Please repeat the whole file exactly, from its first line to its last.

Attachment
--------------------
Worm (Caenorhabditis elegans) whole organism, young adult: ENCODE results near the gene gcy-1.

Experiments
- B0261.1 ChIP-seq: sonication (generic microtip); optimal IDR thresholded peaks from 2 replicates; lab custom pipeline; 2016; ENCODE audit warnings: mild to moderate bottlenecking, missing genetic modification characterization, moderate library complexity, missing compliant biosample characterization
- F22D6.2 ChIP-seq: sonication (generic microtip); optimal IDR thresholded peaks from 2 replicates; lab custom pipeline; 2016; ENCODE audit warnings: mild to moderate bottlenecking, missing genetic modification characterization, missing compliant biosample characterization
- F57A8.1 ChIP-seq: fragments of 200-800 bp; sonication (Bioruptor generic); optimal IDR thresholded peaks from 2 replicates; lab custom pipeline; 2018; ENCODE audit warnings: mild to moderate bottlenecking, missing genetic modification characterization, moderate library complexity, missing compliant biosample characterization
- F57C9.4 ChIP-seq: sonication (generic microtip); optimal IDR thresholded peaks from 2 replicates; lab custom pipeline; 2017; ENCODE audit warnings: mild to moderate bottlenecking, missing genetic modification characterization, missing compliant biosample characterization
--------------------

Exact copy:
Worm (Caenorhabditis elegans) whole organism, young adult: ENCODE results near the gene gcy-1.

Experiments
- B0261.1 ChIP-seq: sonication (generic microtip); optimal IDR thresholded peaks from 2 replicates; lab custom pipeline; 2016; ENCODE audit warnings: mild to moderate bottlenecking, missing genetic modification characterization, moderate library complexity, missing compliant biosample characterization
- F22D6.2 ChIP-seq: sonication (generic microtip); optimal IDR thresholded peaks from 2 replicates; lab custom pipeline; 2016; ENCODE audit warnings: mild to moderate bottlenecking, missing genetic modification characterization, missing compliant biosample characterization
- F57A8.1 ChIP-seq: fragments of 200-800 bp; sonication (Bioruptor generic); optimal IDR thresholded peaks from 2 replicates; lab custom pipeline; 2018; ENCODE audit warnings: mild to moderate bottlenecking, missing genetic modification characterization, moderate library complexity, missing compliant biosample characterization
- F57C9.4 ChIP-seq: sonication (generic microtip); optimal IDR thresholded peaks from 2 replicates; lab custom pipeline; 2017; ENCODE audit warnings: mild to moderate bottlenecking, missing genetic modification characterization, missing compliant biosample characterization